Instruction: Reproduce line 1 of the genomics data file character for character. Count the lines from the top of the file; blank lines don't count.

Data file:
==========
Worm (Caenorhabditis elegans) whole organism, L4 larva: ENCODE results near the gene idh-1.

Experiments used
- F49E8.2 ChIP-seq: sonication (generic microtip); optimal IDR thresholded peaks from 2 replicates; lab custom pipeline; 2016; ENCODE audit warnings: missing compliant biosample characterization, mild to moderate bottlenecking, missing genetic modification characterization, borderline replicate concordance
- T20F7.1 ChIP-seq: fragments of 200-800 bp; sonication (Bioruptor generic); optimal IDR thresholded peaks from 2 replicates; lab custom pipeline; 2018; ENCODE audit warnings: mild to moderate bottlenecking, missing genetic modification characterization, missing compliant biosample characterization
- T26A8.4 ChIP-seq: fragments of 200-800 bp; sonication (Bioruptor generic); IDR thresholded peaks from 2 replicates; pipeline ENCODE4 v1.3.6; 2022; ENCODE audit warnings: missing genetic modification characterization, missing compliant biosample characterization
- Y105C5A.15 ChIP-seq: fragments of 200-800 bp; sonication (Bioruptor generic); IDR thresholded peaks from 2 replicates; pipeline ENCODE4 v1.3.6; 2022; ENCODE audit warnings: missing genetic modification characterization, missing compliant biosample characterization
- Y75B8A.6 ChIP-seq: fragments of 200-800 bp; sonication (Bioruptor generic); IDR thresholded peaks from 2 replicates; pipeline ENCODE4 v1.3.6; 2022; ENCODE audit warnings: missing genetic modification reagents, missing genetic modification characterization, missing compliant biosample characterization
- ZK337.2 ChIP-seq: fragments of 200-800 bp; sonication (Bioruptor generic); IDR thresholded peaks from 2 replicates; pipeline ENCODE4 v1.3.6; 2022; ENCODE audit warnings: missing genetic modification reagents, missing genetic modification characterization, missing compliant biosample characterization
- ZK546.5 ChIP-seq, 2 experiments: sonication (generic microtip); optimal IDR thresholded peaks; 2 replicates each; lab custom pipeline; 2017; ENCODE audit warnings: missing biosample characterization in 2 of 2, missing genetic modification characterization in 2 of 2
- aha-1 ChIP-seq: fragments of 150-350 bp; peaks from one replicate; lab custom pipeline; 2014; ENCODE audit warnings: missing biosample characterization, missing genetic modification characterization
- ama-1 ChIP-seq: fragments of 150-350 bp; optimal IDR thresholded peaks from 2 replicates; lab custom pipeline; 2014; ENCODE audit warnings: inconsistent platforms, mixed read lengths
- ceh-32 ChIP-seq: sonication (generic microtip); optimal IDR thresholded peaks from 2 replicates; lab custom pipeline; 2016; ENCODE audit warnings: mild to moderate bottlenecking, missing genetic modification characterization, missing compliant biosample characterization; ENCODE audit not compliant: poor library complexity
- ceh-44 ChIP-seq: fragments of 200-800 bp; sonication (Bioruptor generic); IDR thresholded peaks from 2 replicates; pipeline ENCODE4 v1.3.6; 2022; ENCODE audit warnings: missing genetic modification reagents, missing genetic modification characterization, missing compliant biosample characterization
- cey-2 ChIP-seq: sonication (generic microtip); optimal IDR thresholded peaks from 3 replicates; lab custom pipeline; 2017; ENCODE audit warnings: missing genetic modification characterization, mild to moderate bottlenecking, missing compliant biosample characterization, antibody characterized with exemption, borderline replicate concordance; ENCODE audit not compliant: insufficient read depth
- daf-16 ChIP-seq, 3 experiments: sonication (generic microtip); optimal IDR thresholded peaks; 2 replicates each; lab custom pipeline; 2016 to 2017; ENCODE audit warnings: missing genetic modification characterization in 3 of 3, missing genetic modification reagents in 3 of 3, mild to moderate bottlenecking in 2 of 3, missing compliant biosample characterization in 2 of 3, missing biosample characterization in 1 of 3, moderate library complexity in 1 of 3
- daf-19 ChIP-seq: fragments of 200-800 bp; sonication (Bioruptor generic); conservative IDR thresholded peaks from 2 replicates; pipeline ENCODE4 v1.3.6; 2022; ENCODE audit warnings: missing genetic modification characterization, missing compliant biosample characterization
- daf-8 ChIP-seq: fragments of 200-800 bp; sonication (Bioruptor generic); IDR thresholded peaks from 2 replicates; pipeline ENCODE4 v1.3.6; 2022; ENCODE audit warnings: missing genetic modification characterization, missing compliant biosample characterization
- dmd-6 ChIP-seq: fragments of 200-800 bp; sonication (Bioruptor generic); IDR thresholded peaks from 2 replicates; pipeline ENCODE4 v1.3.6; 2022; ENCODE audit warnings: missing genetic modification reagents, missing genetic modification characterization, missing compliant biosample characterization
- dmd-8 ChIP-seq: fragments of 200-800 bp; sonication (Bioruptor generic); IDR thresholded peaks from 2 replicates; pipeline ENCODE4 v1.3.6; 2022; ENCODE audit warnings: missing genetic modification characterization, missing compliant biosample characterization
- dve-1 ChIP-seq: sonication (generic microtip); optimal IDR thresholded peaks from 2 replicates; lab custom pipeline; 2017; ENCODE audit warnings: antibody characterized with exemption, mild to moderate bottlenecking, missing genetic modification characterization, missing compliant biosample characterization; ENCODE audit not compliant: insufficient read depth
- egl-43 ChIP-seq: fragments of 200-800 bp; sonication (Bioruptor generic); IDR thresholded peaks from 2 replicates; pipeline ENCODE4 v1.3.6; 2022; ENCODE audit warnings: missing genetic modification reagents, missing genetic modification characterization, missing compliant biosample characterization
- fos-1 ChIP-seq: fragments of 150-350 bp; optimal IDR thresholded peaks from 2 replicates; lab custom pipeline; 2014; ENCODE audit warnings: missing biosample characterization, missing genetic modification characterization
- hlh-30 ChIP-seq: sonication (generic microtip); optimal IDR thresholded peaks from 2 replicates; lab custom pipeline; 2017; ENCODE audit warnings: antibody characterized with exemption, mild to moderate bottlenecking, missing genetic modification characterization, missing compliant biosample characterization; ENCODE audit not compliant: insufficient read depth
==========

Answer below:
Worm (Caenorhabditis elegans) whole organism, L4 larva: ENCODE results near the gene idh-1.